But I like him. I just wonder if I’m compromising my dignity giving companionship and sex to a man who doesn’t want to give commitment to me. If he were not so quiet, reserved, respectful, kind, and ridiculously sweet, I wouldn’t even consider it. And I’m not avoiding meeting other men. I tell myself my life has been so bereft of kindness it’s nice to occasionally just be PRESENT with someone and not worry about the DESTINATION. (But if I’m truly honest, I am pretty sad after our “hangouts.” The sadness is minimized because I’ve told him he can’t contact me unless it’s to set up plans. No chitchat.)

I just want to eventually enjoy love and fidelity. My childhood and marriage were full of trauma and grief. I didn’t taste love and contentment in a relationship until I was 40 years old, and now I’m hooked. But does seeing men after they declare they only want something casual with me just reinforce that theme of “I am not good enough”? Because I KNOW I am. Even if I don’t feel it all the time.

Hoping for Enduring Love

Dear HFEL,

There are two things I don’t like about your current situation. First, you never visit his town and he doesn’t invite you there. You’re only 2½ hours away, which is not far. And your kid graduates in 1½ years, which is not long to wait until you can be closer. The idea that he needs to have “someone local” for the next year and a half until you could move doesn’t make sense to me. He can’t conceive of a way to maintain a real relationship, alternating between your place and his, when you’re that close and you have joint custody of your kids? It doesn’t add up.

Second, he broke up with you, and you reached out two days later. I don’t mean to scold you for that, I’ve done it a million times. But here’s the thing — and this applies to everybody under the sun, so listen up, citizens of the fucking world: When a guy tells you he can’t get serious (sweetly! Carefully!) and then you get lonely and contact him and sleep with him, what you’re telling him is that you are still down to fuck even if his heart isn’t in it or he has reservations or whatever. And that’s fine, if you really, truly don’t mind and aren’t curious about his reasons. The problem is, the second you mind a little bit, you will wonder: Is this logistical? Is he actually not that into it? Is he protecting himself? Or does he just want the good sex without any emotional attachments? Is that part of his permanent emotional landscape, actually? And how do I feel about any of those possibilities?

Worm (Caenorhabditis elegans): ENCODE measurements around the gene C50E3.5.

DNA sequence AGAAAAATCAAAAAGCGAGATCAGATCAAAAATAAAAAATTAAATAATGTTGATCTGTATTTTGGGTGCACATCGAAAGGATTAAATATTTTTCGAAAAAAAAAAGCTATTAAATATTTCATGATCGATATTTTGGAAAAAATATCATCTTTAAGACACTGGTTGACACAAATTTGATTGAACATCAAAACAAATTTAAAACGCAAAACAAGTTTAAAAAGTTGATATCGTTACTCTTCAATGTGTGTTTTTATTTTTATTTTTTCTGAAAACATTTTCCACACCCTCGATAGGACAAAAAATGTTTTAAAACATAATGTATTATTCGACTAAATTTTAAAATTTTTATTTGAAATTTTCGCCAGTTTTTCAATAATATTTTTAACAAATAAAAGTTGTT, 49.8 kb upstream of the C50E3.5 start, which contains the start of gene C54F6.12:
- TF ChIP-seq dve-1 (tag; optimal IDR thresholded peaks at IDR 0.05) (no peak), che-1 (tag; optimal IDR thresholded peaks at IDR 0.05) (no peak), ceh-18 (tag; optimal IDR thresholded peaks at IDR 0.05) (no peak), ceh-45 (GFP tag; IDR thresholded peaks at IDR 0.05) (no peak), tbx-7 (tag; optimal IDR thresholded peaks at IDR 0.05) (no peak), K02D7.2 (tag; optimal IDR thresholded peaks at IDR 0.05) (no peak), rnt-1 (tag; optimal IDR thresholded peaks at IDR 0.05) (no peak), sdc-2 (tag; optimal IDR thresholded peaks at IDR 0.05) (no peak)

This is an impossible, neuroses-inducing trap for any woman. And here’s the problem: It doesn’t actually matter which of these things is true, as long as you are someone who wants an all-in relationship and he is someone who doesn’t want that with you. Men tend to tell elaborate stories about their circumstances and yours and timing and the phases of the moon, but the truth is simple: You are either willing to hurl your entire body and soul at the chance of a universe-bending love affair, or you aren’t. It’s not about marriage. It’s not about destination. It’s about temperament and desire and romantic vision and fortitude.

You are someone who goes all in. You know this. I know you’re still dating, but the presence of this affair changes the nature of that dating. It also changes the nature of your time alone. I think you’re very afraid of taking away that hedge and just being totally ALONE. It’s understandable, after so many years of marriage. But being alone might be exactly what you need, in the absence of an all-in relationship. I’m not saying YOU MUST SPEND TIME ALONE. I’m saying that from what you’ve said, you’re the kind of person who is best served either alone or with someone who’s 100 percent in.